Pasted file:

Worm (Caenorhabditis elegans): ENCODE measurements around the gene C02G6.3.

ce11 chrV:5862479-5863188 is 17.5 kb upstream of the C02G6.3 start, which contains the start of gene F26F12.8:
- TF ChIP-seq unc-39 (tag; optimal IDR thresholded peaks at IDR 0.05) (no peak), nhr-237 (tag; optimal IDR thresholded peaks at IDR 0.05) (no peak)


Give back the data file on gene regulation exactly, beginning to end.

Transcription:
Worm (Caenorhabditis elegans): ENCODE measurements around the gene C02G6.3.

ce11 chrV:5862479-5863188 is 17.5 kb upstream of the C02G6.3 start, which contains the start of gene F26F12.8:
- TF ChIP-seq unc-39 (tag; optimal IDR thresholded peaks at IDR 0.05) (no peak), nhr-237 (tag; optimal IDR thresholded peaks at IDR 0.05) (no peak)